EU bans popular pesticides from fields to save bee populations

The European Union is taking drastic steps to help protect the world's bee population and will ban the most commonly used pesticides by the end of the year. The ban applies to open fields, but not closed greenhouses. The move follows many studies indicating that these pesticides are contributing to a drastic decrease in bee populations, an issue that threatens the world's crops.

The restriction applies to pesticides known as neonicotinoids, which are: clothianidin, imidacloprid, and thiamethoxam. The EU points toward a recent scientific review from the European Food Safety Authority (EFSA), which has found that most neonicotinoids are harmful to bee populations.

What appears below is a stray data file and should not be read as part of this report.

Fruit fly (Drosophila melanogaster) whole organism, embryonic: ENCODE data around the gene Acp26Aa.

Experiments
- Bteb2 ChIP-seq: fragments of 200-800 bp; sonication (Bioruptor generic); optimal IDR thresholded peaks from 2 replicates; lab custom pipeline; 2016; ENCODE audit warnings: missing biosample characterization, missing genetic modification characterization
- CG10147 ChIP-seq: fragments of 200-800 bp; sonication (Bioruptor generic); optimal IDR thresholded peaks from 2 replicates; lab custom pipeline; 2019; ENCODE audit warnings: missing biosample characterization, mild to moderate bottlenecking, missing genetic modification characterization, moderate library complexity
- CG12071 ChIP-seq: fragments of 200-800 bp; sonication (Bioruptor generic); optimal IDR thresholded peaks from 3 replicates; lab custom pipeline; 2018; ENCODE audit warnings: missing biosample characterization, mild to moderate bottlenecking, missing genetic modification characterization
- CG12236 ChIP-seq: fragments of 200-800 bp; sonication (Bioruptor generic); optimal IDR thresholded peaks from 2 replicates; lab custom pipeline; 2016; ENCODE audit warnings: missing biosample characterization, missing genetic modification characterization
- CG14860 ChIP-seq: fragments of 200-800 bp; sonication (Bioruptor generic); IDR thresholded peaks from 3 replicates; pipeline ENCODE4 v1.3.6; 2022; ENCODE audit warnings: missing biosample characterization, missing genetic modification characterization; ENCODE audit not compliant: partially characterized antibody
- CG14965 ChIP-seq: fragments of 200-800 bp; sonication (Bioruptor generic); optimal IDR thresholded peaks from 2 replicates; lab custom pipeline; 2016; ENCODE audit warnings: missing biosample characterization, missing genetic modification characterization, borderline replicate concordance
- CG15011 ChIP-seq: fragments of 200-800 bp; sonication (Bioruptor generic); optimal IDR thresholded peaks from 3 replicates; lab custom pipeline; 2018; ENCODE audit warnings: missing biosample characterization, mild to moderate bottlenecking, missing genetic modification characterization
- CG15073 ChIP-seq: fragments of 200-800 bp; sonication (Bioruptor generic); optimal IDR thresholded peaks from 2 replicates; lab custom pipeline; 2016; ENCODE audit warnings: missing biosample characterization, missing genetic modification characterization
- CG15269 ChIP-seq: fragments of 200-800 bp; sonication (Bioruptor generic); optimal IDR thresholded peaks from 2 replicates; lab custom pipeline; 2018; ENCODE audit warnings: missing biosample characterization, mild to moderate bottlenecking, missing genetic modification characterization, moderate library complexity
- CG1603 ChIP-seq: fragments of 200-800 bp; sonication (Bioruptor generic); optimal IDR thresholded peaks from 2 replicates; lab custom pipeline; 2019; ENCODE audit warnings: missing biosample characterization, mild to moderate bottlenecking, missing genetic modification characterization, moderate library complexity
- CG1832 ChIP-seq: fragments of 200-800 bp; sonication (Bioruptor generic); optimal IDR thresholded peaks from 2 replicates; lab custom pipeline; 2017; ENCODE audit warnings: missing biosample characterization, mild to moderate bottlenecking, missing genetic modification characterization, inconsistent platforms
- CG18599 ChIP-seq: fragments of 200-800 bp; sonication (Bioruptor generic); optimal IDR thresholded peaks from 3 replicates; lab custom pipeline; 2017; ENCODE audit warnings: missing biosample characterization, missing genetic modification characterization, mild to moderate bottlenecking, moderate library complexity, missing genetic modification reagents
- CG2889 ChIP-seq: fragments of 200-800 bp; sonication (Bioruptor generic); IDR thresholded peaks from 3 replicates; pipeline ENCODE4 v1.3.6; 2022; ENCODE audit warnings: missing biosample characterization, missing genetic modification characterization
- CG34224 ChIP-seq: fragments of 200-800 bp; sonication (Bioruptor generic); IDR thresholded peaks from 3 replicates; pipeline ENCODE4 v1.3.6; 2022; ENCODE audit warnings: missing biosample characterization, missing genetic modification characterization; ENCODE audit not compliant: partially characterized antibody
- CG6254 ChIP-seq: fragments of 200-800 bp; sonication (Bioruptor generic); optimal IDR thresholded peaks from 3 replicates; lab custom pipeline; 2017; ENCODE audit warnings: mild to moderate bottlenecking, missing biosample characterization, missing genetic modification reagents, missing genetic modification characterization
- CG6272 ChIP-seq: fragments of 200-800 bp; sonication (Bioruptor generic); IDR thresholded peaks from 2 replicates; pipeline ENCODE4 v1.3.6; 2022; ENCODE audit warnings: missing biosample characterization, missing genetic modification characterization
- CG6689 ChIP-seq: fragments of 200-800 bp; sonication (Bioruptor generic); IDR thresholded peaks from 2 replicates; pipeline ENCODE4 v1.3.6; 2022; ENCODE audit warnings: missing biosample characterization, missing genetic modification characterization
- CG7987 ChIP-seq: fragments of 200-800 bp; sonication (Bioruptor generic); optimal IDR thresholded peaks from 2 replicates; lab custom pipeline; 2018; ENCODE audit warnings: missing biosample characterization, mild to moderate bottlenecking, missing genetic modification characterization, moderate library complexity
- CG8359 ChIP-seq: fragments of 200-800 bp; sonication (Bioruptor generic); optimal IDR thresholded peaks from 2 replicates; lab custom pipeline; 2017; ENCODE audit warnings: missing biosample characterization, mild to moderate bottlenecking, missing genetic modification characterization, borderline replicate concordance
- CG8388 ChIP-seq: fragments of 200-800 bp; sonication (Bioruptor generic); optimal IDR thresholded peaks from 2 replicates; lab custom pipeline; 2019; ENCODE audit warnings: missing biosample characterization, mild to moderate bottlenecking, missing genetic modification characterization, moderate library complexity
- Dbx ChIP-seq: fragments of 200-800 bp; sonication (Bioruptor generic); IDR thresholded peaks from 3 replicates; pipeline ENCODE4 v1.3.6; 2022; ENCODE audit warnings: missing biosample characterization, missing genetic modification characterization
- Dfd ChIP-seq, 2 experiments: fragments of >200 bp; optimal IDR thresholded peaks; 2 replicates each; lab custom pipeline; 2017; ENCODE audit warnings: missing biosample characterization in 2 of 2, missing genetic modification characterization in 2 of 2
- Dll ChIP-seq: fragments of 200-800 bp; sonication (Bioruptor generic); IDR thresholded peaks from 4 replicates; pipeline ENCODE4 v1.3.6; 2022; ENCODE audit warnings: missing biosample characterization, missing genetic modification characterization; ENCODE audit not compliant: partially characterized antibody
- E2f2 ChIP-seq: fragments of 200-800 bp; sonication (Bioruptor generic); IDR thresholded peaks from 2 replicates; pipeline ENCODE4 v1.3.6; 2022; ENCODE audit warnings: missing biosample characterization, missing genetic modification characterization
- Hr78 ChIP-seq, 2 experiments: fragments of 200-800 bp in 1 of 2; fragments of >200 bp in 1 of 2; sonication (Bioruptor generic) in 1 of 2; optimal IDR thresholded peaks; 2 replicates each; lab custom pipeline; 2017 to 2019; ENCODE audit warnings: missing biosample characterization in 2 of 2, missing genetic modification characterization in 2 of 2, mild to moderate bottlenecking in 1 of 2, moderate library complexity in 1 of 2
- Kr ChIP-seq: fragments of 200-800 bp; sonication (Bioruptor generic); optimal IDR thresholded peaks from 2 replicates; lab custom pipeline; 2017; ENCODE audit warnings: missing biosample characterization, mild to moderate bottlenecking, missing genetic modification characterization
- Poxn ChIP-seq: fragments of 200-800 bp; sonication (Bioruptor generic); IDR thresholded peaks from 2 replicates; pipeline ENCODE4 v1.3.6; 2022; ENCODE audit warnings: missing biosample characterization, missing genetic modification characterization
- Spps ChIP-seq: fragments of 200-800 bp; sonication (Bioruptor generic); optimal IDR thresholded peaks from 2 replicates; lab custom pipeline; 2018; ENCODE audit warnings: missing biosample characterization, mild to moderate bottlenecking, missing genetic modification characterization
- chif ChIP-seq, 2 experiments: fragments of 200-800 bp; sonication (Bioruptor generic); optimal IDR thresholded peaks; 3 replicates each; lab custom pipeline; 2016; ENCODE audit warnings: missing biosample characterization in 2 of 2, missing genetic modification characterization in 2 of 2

This isn't the first time Europe has targeted pesticides as a way to save bees. Back in summer 2013, the European Union announced a restriction on an insecticide called Fipronil. That restriction similarly followed a review by the EFSA that found the compound harmful to honey bees.

In announcing its new restriction, the EU said: "All outdoor use of the three substances will be banned and the neonicotinoids in question will only be allowed in permanent greenhouses where no contact with bees is expected." The Guardian reports that the ban will go into effect within six months.

Based on existing research, neonicotinoids present a high risk to both honey bees and wild bees when used outdoors. This is partly due to the compound's presence in water and soil, which results in the substance appearing in crops and flowers. This problem isn't limited to just the EU, of course; neonicotinoids are used around the world and the same issues exist globally.